PMCID: PMC1617205  PMID: 17148332
mice; maternal provisioning; offspring solicitation; coadaptation
13.  Latitudinal and longitudinal barriers in global biogeography 
Biology Letters  2005;2(1):69-72.
Due to changes in climate and continental arrangement, plant and animal assemblages faced different dispersal barriers at different moments in Earth's history. It is generally accepted that groups which diversified during times of Gondwanan–Laurasian separation show different distribution patterns from those of more recent origin. Here I present principal component-derived maps for two globally distributed groups, with ca 1000 species each. Gymnosperm assemblages perfectly illustrate the existence of southern and northern components, corresponding to the Gondwanan and Laurasian temperate floras at the time when angiosperms started becoming dominant in the tropics, thus imposing a latitudinal barrier. Bat (chiropteran) assemblages indicate that the major biogeographical barrier in their Cenozoic dispersal was the longitudinal separation between the Old and New World.
doi:10.1098/rsbl.2005.0396
PMCID: PMC1617204  PMID: 17148329
bats; biogeography; Gondwanaland; gymnosperms
14.  The scaling and temperature dependence of vertebrate metabolism 
Biology Letters  2005;2(1):125-127.
Body size and temperature are primary determinants of metabolic rate, and the standard metabolic rate (SMR) of animals ranging in size from unicells to mammals has been thought to be proportional to body mass (M) raised to the power of three-quarters for over 40 years. However, recent evidence from rigorously selected datasets suggests that this is not the case for birds and mammals. To determine whether the influence of body mass on the metabolic rate of vertebrates is indeed universal, we compiled SMR measurements for 938 species spanning six orders of magnitude variation in mass. When normalized to a common temperature of 38 °C, the SMR scaling exponents of fish, amphibians, reptiles, birds and mammals are significantly heterogeneous. This suggests both that there is no universal metabolic allometry and that models that attempt to explain only quarter-power scaling of metabolic rate are unlikely to succeed.
doi:10.1098/rsbl.2005.0378
PMCID: PMC1617203  PMID: 17148344
scaling; allometry; metabolic rate; body mass; body temperature
15.  Strategic sperm allocation under parasitic sex-ratio distortion 
Biology Letters  2005;2(1):78-80.
Parasitic sex-ratio distorters are a major selective force in the evolution of host mating behaviour and mate choice. Here, we investigate sperm limitation in the amphipod Gammarus duebeni and the impact of the microsporidian sex-ratio distorter Nosema granulosis on sperm allocation strategies. We show that males become sperm limited after three consecutive matings and provide uninfected, high fecundity, females with more sperm than infected females. We show that sperm limitation leads to a decrease in female productivity. The outcome of sex-ratio distortion has been shown theoretically to be sensitive to the mating limits of males. Our results indicate that strategic sperm allocation under male rarity will have a greater impact on infected females and has the potential to regulate spread of parasitic feminisers in host populations.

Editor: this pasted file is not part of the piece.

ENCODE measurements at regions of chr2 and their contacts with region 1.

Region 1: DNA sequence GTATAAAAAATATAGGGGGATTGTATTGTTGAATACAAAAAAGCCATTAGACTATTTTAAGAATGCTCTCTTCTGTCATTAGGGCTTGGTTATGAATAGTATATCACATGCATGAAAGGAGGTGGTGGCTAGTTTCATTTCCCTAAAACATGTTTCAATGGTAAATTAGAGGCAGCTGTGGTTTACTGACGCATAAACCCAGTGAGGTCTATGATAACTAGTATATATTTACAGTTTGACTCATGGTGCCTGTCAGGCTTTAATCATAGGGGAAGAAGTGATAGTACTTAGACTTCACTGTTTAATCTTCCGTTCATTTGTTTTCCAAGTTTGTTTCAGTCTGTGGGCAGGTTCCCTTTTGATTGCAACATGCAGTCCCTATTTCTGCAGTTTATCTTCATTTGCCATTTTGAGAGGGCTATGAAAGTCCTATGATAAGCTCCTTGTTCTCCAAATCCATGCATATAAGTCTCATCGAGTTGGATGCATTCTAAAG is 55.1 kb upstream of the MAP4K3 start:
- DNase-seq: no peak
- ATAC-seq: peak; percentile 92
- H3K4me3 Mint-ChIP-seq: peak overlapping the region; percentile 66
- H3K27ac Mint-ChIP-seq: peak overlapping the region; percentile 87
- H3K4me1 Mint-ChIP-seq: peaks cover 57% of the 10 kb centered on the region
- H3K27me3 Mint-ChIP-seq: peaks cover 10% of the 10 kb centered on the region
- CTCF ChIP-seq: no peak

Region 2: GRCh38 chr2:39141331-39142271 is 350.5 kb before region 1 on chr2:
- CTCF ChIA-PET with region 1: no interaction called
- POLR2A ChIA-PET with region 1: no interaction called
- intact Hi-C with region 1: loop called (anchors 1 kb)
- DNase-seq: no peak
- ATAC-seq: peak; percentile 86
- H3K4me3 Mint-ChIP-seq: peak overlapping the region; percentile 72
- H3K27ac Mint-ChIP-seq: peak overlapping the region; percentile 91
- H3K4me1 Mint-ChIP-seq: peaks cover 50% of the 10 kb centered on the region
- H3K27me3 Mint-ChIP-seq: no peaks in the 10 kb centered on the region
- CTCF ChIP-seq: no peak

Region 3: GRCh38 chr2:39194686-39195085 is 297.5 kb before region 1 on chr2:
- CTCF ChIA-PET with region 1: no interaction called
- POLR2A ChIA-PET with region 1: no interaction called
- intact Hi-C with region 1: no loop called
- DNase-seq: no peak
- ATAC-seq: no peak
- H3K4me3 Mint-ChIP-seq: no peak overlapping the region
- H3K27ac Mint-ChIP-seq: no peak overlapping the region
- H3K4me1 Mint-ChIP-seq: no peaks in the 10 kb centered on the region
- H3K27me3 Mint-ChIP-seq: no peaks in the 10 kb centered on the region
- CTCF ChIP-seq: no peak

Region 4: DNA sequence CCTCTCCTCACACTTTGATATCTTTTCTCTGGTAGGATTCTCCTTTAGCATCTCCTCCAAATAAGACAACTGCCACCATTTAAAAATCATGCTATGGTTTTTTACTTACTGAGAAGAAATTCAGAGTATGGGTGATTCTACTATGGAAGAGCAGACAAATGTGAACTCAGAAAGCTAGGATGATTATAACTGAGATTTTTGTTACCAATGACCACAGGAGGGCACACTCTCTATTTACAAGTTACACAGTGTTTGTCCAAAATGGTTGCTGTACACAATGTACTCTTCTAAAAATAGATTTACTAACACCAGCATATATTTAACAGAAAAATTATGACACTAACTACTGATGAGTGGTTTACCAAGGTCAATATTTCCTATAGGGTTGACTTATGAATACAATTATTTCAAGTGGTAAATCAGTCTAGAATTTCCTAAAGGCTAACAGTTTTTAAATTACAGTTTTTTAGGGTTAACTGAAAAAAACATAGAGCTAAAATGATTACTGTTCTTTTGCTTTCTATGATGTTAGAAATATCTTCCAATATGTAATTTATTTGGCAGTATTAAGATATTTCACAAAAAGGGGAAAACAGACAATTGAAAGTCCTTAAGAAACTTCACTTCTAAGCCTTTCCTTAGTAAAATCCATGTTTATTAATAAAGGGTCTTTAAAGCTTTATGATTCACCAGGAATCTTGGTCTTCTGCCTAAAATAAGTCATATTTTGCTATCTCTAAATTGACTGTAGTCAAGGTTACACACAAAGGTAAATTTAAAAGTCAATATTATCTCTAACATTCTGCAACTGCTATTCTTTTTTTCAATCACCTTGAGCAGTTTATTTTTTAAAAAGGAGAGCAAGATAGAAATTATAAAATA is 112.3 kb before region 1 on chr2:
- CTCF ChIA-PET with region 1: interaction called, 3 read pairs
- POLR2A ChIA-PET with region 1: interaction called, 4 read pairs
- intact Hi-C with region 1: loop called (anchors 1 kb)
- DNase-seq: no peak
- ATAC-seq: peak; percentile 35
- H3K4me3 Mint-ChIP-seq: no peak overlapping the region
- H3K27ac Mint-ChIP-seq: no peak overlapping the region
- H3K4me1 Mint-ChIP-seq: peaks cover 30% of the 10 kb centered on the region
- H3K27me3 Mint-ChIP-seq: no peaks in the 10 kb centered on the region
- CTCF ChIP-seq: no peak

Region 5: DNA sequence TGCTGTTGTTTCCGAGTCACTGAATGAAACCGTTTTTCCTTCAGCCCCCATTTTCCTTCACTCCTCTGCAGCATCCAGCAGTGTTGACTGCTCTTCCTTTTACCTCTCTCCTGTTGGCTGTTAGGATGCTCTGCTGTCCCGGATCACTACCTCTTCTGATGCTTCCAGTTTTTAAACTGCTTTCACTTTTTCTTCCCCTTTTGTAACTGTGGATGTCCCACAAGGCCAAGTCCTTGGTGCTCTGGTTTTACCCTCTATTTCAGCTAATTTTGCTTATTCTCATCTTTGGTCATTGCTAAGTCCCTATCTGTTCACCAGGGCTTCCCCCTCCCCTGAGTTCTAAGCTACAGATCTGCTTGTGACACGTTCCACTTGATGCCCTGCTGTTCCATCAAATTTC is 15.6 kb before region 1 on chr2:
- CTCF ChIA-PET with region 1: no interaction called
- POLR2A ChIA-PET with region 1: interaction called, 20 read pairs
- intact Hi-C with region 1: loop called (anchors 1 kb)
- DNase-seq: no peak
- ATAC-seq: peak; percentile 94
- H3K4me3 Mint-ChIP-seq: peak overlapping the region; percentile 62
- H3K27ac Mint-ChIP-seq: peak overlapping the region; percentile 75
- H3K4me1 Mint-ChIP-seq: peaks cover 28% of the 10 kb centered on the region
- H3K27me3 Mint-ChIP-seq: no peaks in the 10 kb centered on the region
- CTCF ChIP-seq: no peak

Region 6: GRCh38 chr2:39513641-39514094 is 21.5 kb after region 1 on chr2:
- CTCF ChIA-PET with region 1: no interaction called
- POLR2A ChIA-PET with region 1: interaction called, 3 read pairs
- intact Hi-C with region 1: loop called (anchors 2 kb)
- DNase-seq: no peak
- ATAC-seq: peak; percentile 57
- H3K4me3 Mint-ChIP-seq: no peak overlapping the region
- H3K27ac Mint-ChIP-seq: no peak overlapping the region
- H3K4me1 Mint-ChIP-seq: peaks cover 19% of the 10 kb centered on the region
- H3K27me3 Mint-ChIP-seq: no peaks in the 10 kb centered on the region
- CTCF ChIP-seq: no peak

doi:10.1098/rsbl.2005.0402
PMCID: PMC1617202  PMID: 17148331
sexual selection; Gammarus duebeni; microsporidia; Wolbachia
16.  High olfactory sensitivity for dimethyl sulphide in harbour seals 
Biology Letters  2005;2(1):106-109.
Productive areas are patchily distributed at sea and represent important feeding grounds for many marine organisms. Although pinnipeds are known to travel on direct routes and return regularly to particular feeding sites, the environmental information seals use to perform this navigation is as yet unknown. As atmospheric dimethyl sulphide (DMS) has been demonstrated to be a reliable indicator for profitable foraging areas, we tested seals for their ability to smell DMS at concentrations typical for the marine environment. Using a go/no-go response paradigm we determined the DMS detection threshold in two harbour seals (Phoca vitulina vitulina). DMS stimuli from 8.05×108 to 8 pmol (DMS) m−3(air) were tested against a control stimulus using a custom-made olfactometer. DMS-thresholds determined for both seals (20 and 13 pmol m−3) indicate that seals can detect ambient concentrations associated with high primary productivity, e.g. in the North Atlantic. Thus, seals possess an extraordinarily high olfactory sensitivity for DMS, which could provide a sensory basis for identifying or orienting to profitable foraging grounds.
doi:10.1098/rsbl.2005.0380
PMCID: PMC1617201  PMID: 17148339
olfaction; seal; dimethyl sulphide; orientation
17.  Physiological constraints on organismal response to global warming: mechanistic insights from clinally varying populations and implications for assessing endangerment 
Biology Letters  2005;2(1):135-139.